Originally Posted by Dr.
Even as a fan of SR
, I can appreciate (some of) this criticism. It seems clear to me that Singer was interested in the thematic tension between the hero’s traditional duties and his innate desire for normalcy. And according to Singer, these two aspects are incompatible - thus the story is necessarily melancholy (not to say tragic - though F. Scott Fitzgerald once said: “Show me a hero and I’ll write you a tragedy.”
Now, I see this as a fascinating - and entirely legitimate - interpretation of the mythos. But in retrospect, I think Singer should have crafted his movie as a fully unique iteration. In tone, it’s certainly quite a bit different than Donner’s version. Yet by using the Williams music and various/numerous other homages, he implies
a continuity - one that, imo, doesn't/shouldn’t exist.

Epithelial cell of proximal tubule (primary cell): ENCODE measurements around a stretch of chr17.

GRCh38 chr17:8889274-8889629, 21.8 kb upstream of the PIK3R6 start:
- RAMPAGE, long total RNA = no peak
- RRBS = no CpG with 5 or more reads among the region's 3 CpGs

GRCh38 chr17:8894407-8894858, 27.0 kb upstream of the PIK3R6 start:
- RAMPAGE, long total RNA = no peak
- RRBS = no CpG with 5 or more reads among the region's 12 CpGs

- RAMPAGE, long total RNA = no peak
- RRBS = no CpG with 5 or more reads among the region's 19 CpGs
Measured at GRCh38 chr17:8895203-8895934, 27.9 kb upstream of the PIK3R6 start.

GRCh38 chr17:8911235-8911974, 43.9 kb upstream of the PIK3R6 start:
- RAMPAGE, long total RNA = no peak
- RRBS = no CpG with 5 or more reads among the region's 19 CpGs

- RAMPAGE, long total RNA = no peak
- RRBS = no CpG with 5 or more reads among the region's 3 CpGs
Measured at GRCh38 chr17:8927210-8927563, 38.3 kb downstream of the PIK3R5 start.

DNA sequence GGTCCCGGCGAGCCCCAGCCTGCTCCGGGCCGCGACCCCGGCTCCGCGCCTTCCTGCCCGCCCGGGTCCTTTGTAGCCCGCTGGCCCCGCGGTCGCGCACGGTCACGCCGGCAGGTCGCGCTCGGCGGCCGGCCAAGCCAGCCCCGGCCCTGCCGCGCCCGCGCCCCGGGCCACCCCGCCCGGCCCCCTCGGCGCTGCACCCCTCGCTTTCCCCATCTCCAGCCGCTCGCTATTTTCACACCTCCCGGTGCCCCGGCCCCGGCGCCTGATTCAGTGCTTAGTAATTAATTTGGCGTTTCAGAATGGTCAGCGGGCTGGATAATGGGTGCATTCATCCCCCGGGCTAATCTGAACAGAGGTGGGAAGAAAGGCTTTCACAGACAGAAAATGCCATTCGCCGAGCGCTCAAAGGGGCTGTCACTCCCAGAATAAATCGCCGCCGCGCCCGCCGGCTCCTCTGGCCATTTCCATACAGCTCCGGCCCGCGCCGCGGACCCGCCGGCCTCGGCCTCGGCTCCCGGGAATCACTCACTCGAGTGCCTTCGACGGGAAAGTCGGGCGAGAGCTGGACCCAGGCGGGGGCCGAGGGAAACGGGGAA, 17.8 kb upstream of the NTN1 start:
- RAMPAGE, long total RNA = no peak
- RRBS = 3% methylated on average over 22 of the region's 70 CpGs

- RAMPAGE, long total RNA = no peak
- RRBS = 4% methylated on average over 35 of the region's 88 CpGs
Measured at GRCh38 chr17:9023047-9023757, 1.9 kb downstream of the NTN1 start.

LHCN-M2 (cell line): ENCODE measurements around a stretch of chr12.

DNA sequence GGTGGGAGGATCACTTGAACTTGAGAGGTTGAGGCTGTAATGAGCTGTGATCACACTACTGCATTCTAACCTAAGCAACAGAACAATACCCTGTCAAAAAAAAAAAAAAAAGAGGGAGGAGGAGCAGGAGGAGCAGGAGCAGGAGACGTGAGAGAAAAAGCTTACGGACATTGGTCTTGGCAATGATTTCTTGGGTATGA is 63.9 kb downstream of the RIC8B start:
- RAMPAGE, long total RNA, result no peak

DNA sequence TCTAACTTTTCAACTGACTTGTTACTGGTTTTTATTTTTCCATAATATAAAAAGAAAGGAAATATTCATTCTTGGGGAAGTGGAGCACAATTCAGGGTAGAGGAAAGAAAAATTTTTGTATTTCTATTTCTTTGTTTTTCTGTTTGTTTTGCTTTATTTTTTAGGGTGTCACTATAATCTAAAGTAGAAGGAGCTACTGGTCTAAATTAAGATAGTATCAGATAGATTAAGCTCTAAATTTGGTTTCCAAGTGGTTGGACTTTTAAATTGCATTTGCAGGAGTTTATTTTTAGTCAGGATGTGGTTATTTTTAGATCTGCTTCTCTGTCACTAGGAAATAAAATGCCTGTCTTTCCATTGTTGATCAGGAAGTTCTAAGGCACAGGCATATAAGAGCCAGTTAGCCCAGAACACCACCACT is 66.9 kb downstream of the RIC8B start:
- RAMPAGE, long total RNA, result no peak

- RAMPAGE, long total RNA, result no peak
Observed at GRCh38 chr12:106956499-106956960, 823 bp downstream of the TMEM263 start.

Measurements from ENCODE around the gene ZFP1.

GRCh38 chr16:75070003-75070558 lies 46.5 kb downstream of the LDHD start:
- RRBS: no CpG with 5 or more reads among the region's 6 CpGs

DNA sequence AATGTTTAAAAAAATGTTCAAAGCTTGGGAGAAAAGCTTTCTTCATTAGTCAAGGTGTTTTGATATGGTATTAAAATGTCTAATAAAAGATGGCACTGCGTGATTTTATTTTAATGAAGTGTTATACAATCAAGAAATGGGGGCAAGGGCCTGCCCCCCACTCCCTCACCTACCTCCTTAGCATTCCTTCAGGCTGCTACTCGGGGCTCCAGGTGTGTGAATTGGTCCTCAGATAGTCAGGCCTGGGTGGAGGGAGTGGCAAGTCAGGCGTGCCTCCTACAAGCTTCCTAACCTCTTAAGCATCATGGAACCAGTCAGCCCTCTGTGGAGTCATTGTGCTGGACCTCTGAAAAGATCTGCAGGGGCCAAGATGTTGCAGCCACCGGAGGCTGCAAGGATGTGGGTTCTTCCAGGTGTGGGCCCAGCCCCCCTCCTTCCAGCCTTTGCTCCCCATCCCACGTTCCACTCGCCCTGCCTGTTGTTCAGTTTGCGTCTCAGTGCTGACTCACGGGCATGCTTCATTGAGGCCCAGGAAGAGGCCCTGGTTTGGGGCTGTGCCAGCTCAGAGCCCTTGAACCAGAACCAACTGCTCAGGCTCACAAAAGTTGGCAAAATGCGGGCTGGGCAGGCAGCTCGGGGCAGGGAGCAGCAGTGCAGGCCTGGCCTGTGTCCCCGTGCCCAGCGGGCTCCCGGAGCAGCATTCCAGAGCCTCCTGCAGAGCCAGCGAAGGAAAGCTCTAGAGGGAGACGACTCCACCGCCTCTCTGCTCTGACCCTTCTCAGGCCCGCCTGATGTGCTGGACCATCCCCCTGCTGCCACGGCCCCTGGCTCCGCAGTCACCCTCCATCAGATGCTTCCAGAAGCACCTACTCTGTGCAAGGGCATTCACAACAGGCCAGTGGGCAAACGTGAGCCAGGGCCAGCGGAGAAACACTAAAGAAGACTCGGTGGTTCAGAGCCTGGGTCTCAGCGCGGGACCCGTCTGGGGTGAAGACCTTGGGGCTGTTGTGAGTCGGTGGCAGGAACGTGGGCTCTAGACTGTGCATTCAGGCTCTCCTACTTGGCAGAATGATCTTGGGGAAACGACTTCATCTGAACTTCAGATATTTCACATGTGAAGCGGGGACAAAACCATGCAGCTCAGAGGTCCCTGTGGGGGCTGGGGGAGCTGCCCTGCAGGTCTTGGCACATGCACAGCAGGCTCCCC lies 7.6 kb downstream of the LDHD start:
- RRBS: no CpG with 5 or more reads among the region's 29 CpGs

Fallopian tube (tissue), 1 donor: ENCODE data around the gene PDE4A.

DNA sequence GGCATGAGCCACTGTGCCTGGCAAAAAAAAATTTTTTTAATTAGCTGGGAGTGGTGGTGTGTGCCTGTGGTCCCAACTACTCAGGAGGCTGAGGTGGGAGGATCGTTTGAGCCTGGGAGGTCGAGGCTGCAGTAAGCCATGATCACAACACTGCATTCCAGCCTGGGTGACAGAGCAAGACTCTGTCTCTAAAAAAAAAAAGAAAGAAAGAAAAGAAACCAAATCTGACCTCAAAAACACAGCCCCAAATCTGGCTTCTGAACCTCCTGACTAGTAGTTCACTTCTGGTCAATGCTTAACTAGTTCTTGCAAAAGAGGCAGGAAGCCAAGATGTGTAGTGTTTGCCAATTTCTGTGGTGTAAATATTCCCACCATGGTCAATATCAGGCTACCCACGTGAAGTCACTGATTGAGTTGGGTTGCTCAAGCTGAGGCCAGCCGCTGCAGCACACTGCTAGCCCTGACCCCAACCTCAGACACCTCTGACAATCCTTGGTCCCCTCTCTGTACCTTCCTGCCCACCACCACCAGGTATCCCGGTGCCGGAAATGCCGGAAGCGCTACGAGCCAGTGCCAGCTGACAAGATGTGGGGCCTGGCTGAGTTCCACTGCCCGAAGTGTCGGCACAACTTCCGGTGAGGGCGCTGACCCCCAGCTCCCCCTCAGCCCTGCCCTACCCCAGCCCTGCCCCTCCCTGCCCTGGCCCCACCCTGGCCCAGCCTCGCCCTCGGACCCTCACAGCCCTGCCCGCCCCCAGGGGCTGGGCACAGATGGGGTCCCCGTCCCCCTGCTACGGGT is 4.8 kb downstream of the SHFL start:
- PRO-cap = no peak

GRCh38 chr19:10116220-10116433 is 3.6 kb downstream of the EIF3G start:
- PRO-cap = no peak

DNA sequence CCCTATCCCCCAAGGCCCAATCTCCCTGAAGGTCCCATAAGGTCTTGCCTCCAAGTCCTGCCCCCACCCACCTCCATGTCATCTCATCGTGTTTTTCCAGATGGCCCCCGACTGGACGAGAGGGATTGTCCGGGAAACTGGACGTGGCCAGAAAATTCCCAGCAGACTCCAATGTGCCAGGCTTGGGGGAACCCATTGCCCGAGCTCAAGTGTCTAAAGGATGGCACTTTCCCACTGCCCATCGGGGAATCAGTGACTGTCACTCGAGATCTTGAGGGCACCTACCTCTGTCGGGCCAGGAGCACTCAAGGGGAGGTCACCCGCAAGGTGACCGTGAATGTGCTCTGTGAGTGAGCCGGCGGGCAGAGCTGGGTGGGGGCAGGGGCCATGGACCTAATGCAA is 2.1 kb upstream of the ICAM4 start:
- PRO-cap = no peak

Granted, a (say) new and original music score would not address the typical complaints that many critics have expressed (e.g., Superman having a son). But such changes would have, at least, given SR
its own identity - rather than being the weird hybrid that it is.
agree completely with this, I mean the scenes in the daily planet - such as when he sees Lois through the elevator, were magical and 1930s looking like nothing in a Superman movie before. And the big scenes like the plane rescue and the beating in the fortress were as some god-like myth. The idea of a sad, reflective Superman film where he returns from long absence to find the world moved on was great. But the camp Luthor, the cold and distant feel it all had, the constant references to the 70s films made it feel confused.